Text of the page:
Waite said the memorial recognizes soldiers who were killed in action, mentioning 22-year-old Bryan T. McDonough, who was killed in late 2006 in Fallujah, Iraq.

At around 5:15 p.m. while Waite spoke, two planes flew over the memorial.

 

Solar eclipse unites as a summer distraction

The “Great American Eclipse,” the celestial phenomena that cast a belt-like shadow through the country’s midsection Aug. 21, though not as intense in Minnesota, still brought people together.

Some 200 folks showed up to the Roseville Library hoping to use the library’s eclipse glasses to view, at Roseville’s latitude, what was to be a partial solar eclipse.

Right as the show in the sky began, clouds got in the way. Then it rained.

Still, science-loving kids and curious adults alike chattered in amazement at the glimpses they got.

Hasini Julai, a 10-year-old from Arden Hills, managed to grab a photo of the eclipse while it lasted. She said she wanted to work for NASA when she grows up.

Colleen Dishneau, a Roseville resident, said she watched her first solar eclipse from south Minneapolis in 1945, underscoring how memorable it can be when the moon blocks out the sun.

“I was little but I remember it,” she said. “I was 6.”

 

Roseville passes resolution on police immigration status inquiries

The Roseville City Council passed a resolution at its Aug. 28 meeting stating that city police officers shall not inquire about a person’s immigration status unless it’s directly related to a criminal investigation.

It was already Roseville Police Department policy that officers do not ask about immigration status, in order to foster trust between the community and police, but now the policy can only be changed by a council vote.

The move came despite a lengthy public comment period at the meeting in which residents and others urged the council to pass a “separation ordinance.”

Such an ordinance would essentially state the same stance of not inquiring about immigration status, laying out other policies related to the city’s role in immigration enforcement, making all the policies a part of city code. Minneapolis and St. Paul recently passed similar ordinances.

Those who spoke argued the ordinance would send a clear message from the city in support of people who are immigrants or racial minorities, who, many said, are living in tense times since last year’s presidential election and because of the Trump administration’s stepped-up immigration enforcement.

Though members of the public had spoken at previous council meetings against a separation ordinance or the idea of Roseville becoming a “sanctuary city,” as well as in private communications with council members, the more-than 20 people who spoke Aug. 28 were all in favor of an ordinance.

Despite this, the four council members present that night — council member Bob Willmus wasn’t there — split a vote asking city staff to put together a draft separation ordinance to be reviewed at a special meeting.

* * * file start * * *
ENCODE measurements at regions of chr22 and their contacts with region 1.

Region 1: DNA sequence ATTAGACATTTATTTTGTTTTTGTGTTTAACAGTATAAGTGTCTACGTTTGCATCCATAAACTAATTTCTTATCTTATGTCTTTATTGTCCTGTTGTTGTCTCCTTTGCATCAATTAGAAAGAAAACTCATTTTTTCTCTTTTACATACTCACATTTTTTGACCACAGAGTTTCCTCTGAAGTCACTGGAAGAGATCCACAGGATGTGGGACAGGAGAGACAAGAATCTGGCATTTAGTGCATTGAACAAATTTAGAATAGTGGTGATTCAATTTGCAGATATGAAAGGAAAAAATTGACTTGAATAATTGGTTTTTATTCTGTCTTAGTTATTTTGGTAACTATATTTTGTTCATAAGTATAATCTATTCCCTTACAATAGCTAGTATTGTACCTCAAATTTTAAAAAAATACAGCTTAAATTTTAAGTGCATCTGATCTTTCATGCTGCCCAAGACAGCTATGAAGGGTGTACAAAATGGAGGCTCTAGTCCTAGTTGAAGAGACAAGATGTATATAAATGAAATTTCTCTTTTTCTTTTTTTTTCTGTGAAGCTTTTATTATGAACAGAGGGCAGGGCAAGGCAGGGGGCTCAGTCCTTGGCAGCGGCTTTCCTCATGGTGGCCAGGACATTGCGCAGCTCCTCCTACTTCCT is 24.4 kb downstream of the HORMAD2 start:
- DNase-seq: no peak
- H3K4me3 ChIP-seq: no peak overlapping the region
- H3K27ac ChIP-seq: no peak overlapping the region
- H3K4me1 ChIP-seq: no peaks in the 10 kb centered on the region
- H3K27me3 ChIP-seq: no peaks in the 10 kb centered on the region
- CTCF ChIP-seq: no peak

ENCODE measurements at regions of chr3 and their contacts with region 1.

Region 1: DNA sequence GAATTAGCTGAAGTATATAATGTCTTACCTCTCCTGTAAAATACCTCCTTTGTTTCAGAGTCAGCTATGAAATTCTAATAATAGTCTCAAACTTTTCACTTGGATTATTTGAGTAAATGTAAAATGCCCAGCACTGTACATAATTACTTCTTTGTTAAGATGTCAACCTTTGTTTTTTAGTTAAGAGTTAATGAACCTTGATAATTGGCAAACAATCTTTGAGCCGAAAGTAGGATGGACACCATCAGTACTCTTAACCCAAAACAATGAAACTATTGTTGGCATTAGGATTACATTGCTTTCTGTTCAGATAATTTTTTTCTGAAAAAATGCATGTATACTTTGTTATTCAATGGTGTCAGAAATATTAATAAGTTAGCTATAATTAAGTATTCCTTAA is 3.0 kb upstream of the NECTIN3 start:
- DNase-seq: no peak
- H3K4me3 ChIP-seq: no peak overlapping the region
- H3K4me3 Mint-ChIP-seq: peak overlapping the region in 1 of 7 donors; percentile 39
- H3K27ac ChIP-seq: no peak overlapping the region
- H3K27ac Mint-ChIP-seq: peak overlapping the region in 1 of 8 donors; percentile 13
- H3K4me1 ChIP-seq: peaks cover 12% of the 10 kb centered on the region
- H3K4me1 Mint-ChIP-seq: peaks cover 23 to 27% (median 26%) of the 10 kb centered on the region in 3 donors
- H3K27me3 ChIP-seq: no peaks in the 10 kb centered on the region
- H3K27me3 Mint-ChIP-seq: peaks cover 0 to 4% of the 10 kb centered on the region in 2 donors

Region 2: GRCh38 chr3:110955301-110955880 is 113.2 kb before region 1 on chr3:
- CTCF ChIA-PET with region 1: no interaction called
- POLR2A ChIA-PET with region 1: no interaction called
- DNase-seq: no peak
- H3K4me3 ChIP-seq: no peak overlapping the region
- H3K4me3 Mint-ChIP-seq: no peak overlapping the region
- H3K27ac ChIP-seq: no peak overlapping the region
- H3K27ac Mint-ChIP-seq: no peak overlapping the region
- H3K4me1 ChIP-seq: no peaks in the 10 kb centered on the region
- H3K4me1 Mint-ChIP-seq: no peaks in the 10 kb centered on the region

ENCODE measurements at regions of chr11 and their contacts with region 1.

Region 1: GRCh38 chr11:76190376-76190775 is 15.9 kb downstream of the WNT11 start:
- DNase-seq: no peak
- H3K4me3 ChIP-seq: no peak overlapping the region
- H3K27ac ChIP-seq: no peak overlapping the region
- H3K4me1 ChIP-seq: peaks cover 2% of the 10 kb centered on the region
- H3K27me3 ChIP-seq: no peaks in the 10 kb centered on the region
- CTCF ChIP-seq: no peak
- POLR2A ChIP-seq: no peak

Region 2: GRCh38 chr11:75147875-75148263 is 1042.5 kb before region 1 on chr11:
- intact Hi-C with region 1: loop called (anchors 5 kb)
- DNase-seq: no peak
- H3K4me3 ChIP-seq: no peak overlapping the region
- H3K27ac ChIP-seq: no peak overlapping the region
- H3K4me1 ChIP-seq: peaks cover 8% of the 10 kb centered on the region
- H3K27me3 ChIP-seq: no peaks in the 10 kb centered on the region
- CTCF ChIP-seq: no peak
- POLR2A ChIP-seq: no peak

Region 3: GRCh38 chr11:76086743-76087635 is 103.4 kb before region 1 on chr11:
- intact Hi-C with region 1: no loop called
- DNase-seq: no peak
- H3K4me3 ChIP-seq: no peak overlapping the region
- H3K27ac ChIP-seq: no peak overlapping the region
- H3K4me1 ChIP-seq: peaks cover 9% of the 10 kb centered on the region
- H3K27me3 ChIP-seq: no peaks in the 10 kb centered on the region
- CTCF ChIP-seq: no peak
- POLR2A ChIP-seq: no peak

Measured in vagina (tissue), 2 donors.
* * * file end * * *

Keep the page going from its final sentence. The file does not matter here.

Council member Tammy McGehee and Mayor Dan Roe were in favor of drafting an ordinance. Council members Jason Etten and Lisa Laliberte were not.

Instead, Etten made a motion to pass the city resolution, putting in place the policy of police officers not inquiring about immigration status, and included language requiring any future city councils to vote on changing the policy.

The resolution passed 3-0, with McGehee abstaining from the vote.

 

Falcon Heights breaks with St. Anthony PD: Will be patrolled by Ramsey County Sheriff’s Office in 2018

At its Oct. 25 meeting, the Falcon Heights City Council approved a policing contract with the Ramsey County Sheriff’s Office.

Sheriff’s deputies will take over patrols of the city Jan. 1, as the St. Anthony Police Department’s 22 years of contracted police work in Falcon Heights come to an end Dec. 31.

The switch was set in motion by the police killing of Castile.

In March of this year, the St. Anthony City Council passed a resolution seeking to make Falcon Heights liable for any police actions within its city limits, effectively signaling the end of the police contract, which St. Anthony officially terminated July 11.

As explained by Falcon Heights City Administrator Sack Thongvanh at the Oct. 25 meeting, he sent out 10 letters of interest to area law enforcement agencies, following St. Anthony’s resolution. Ramsey County was the only agency to respond affirmatively.

A $300,000 increase in the cost of policing for 2018 will be felt in the Falcon Heights property tax levy and elsewhere, while Thongvanh has said residents should expect no difference in the level of police service.

The city held two open house events in late November where residents could meet Ramsey County Sheriff Jack Serier and speak to sheriff’s deputies. 

Thongvanh said the events were well attended with more than 100 people showing up in total, and that Serier did a good job presenting his plans for policing Falcon Heights.

Falcon Heights will join a group of six other communities that contract for police service with the sheriff’s office: Arden Hills, Little Canada, North Oaks, Shoreview, White Bear Township and Vadnais Heights.

 

Off-year elections offer mixed results for incumbents

Well-contested city council elections were held in Falcon Heights, New Brighton and St. Anthony this fall.

The results of the races in Falcon Heights and St. Anthony were set to be referendums on how each council responded to the Castile killing — each city had two council seats up.